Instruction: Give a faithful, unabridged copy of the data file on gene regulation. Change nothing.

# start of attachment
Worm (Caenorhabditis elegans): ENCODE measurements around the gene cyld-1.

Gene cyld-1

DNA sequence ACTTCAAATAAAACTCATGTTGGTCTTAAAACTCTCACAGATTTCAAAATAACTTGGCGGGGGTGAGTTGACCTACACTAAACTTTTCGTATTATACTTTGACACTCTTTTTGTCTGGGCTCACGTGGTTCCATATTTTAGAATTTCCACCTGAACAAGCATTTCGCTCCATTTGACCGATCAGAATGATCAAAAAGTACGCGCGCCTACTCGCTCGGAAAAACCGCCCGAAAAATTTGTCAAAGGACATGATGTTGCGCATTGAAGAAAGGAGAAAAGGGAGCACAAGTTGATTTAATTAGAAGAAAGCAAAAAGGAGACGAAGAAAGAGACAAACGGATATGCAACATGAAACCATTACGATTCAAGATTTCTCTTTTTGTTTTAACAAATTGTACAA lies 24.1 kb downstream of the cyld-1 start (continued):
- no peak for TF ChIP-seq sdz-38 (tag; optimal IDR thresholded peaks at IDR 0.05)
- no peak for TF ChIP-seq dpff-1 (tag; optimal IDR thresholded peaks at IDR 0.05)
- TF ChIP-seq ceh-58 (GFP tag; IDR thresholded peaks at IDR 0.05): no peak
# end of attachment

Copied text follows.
Worm (Caenorhabditis elegans): ENCODE measurements around the gene cyld-1.

Gene cyld-1

DNA sequence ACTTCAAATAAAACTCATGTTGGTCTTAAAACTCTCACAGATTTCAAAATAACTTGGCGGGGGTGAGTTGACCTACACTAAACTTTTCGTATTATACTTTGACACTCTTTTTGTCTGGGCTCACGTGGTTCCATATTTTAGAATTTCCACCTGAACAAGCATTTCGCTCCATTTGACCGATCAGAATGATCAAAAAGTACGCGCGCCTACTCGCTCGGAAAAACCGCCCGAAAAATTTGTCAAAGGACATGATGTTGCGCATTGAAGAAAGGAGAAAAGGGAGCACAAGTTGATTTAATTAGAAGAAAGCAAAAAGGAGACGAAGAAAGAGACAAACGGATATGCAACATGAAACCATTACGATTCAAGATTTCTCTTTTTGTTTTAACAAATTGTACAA lies 24.1 kb downstream of the cyld-1 start (continued):
- no peak for TF ChIP-seq sdz-38 (tag; optimal IDR thresholded peaks at IDR 0.05)
- no peak for TF ChIP-seq dpff-1 (tag; optimal IDR thresholded peaks at IDR 0.05)
- TF ChIP-seq ceh-58 (GFP tag; IDR thresholded peaks at IDR 0.05): no peak